Breaker Control
The substation contains redundant breaker control devices. The idea behind dual breaker control IEDs is to meet the same redundancy requirement as for line protection. The breaker control IED within the substation yard sends information to and receives information from the line relays using IEC61850 GOOSE messaging. (Fig. 4)

The only hardwire status input to each line relay is the breaker position statuses and this is only used if a digital IEC61850 state from either 52BCA or 52BCB devices are not available. A hardwire trip output from the line IED is wired directly to the breaker 1 and breaker 2 trip coils (for risk management purposes). With experience, future designs may provide the substation engineer the option to eliminate these hardwire inputs and outputs and to strictly use the GOOSE functionality.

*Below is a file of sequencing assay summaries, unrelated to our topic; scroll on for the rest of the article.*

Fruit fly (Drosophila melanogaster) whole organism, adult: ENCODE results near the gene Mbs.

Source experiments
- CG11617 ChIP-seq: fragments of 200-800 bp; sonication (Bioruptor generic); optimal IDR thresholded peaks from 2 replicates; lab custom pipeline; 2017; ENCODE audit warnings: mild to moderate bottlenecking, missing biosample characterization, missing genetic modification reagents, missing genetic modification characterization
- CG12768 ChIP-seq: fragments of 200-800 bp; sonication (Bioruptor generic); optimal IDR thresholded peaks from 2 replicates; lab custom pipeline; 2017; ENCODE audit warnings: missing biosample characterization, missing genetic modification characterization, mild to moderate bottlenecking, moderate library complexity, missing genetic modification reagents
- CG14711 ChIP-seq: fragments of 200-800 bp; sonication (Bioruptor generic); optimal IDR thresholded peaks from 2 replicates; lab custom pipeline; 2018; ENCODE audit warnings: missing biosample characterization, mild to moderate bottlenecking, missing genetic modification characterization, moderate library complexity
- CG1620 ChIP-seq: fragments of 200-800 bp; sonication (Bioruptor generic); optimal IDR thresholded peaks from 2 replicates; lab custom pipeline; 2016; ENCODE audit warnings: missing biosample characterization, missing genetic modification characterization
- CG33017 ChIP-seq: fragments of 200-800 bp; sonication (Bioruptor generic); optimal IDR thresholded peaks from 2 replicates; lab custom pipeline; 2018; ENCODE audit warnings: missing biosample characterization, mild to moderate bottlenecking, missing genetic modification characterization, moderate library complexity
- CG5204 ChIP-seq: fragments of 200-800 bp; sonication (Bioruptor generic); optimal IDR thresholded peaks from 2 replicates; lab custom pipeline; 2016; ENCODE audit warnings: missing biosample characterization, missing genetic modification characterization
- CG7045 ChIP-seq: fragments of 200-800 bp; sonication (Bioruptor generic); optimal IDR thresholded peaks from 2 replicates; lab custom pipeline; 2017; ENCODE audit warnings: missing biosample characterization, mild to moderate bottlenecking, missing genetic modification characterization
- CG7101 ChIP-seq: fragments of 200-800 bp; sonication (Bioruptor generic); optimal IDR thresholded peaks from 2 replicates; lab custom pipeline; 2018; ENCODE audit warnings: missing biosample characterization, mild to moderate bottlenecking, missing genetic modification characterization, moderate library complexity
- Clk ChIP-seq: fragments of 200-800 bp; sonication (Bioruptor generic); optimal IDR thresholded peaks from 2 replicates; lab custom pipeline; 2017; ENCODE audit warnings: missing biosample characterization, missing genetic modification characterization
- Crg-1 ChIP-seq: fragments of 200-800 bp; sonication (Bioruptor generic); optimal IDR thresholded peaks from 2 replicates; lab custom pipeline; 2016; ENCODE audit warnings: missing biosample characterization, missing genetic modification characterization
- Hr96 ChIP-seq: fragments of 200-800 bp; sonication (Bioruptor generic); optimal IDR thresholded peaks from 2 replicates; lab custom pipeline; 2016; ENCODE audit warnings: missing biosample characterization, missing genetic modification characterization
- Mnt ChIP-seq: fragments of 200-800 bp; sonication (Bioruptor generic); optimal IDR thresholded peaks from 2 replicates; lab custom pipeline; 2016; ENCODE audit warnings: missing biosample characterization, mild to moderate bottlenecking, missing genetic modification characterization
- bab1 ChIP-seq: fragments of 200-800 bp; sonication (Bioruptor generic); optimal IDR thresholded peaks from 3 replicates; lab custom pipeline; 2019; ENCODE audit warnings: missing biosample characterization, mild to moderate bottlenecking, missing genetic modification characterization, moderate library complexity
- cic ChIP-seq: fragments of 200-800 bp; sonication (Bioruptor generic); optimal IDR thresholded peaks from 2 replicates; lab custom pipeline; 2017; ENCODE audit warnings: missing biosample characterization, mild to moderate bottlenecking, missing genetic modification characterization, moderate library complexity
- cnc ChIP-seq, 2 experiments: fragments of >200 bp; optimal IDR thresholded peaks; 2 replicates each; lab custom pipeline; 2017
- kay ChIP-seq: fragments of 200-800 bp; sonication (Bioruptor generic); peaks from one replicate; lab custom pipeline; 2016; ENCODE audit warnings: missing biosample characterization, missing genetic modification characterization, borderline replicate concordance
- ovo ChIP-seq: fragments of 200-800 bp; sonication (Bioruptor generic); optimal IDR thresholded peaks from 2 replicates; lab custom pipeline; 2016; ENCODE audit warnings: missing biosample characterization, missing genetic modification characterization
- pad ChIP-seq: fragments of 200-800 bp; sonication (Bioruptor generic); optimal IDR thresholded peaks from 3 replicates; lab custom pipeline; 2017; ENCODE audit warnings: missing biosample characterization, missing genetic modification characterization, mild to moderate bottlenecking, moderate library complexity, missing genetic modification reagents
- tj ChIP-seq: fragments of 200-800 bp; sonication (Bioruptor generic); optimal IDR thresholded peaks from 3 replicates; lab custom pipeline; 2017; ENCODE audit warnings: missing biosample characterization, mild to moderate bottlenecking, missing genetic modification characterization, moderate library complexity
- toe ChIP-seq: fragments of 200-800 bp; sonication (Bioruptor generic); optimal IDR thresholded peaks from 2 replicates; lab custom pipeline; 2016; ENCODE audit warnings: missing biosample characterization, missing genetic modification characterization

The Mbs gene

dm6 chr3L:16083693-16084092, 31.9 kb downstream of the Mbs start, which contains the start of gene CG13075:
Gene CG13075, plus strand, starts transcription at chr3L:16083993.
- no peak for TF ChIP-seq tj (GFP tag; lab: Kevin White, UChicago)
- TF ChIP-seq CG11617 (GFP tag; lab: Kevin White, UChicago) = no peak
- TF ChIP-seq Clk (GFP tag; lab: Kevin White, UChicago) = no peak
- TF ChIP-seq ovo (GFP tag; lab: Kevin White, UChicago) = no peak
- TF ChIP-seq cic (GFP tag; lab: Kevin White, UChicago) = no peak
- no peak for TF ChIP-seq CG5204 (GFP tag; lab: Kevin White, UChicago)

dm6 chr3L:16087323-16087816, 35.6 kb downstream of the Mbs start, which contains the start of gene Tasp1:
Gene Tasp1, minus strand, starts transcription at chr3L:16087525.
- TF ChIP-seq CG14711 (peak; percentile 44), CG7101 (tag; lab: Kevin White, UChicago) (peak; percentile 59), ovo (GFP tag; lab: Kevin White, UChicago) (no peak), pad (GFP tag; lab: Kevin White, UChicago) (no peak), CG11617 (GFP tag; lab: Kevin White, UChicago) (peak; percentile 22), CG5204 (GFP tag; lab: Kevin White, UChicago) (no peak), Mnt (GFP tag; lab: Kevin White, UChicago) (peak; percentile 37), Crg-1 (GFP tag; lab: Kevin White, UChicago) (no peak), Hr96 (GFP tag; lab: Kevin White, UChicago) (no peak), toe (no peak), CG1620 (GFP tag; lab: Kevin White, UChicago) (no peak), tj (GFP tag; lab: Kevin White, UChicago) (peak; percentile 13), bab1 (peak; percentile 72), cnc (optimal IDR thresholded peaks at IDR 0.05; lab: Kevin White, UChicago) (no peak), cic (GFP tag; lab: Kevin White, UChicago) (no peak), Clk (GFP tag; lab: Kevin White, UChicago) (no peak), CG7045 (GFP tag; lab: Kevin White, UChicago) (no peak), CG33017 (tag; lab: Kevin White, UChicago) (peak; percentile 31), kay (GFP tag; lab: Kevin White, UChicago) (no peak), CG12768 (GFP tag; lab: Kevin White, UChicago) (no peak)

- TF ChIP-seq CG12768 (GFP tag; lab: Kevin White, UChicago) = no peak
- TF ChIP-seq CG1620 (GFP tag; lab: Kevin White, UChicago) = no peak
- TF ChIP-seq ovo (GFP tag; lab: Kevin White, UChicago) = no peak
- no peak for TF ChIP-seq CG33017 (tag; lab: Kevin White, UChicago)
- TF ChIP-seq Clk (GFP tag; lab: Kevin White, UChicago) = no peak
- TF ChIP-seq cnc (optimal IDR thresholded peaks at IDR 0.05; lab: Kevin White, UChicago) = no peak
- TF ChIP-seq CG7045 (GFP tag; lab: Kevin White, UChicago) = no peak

Network Connections
All IEC61850 IEDs are connected via 100 MBps multi-mode fiber cables to substation hardened Ethernet switches located in the control house. VLANs are used within the IEC61850 GOOSE message configuration of each IEC61850 device to provide security within the network. Figure 9 shows a conceptual layout of the network.

Customer /Project Expectations
Since one of the goals of this multi-vendor project was to utilize the new IEC61850 standard to its fullest, it is clear that the customer had some key project expectations:

  • Open system for protection, control and data collection from any IED.